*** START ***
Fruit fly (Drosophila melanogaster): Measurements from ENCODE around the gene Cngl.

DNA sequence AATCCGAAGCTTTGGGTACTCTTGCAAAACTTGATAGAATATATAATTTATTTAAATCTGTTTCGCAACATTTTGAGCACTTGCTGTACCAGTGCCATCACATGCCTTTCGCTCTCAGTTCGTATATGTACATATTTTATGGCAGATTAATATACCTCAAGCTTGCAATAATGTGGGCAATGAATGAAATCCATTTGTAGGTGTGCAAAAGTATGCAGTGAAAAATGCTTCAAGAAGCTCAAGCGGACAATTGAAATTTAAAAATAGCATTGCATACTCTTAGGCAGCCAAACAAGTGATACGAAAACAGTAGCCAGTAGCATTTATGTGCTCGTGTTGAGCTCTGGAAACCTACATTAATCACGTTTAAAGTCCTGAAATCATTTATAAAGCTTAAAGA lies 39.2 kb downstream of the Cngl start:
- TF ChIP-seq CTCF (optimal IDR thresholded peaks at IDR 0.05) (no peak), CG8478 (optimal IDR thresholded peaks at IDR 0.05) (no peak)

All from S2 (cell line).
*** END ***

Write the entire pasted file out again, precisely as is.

Fruit fly (Drosophila melanogaster): Measurements from ENCODE around the gene Cngl.

DNA sequence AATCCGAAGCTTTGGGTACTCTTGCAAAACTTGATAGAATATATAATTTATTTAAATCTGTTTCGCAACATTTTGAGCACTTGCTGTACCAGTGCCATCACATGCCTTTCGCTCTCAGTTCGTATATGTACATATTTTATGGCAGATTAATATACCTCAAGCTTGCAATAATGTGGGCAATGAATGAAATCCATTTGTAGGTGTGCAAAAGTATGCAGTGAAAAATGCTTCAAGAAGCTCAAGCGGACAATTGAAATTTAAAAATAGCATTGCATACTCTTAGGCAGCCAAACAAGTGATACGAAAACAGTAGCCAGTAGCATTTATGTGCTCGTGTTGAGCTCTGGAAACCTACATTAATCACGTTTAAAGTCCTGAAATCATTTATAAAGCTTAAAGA lies 39.2 kb downstream of the Cngl start:
- TF ChIP-seq CTCF (optimal IDR thresholded peaks at IDR 0.05) (no peak), CG8478 (optimal IDR thresholded peaks at IDR 0.05) (no peak)

All from S2 (cell line).